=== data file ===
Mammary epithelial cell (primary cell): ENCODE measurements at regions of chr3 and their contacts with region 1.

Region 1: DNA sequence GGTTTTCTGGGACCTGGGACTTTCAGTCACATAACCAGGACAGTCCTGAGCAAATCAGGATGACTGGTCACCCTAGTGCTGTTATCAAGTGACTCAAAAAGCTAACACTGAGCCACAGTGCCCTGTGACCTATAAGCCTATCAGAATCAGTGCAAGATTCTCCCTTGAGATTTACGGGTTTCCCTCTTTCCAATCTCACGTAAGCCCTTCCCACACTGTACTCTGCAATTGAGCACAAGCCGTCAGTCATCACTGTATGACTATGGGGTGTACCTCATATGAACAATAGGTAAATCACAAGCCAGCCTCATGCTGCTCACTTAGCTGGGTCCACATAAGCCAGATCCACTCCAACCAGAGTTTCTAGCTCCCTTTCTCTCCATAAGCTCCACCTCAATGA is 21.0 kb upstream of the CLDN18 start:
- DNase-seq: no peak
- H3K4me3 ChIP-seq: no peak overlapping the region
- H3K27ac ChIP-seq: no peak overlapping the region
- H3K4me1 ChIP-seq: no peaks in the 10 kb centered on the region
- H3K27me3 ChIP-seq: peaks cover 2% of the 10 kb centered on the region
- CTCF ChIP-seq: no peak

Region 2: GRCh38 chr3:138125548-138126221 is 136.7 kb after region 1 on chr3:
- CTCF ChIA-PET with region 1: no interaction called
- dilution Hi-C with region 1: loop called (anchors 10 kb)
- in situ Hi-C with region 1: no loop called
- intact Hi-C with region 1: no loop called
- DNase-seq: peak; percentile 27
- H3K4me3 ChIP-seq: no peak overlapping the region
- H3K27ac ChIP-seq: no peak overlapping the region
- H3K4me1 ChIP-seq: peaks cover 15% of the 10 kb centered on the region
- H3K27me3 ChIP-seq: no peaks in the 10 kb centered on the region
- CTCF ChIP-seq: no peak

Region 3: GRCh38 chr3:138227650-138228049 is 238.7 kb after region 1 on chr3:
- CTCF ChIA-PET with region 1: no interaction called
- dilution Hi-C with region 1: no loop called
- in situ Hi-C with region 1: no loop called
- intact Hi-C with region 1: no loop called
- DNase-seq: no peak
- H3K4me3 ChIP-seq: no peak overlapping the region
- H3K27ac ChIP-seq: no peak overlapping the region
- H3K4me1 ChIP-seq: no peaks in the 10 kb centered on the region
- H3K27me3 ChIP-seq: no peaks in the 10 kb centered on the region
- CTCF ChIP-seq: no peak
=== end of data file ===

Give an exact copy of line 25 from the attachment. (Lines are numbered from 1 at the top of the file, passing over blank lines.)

- DNase-seq: no peak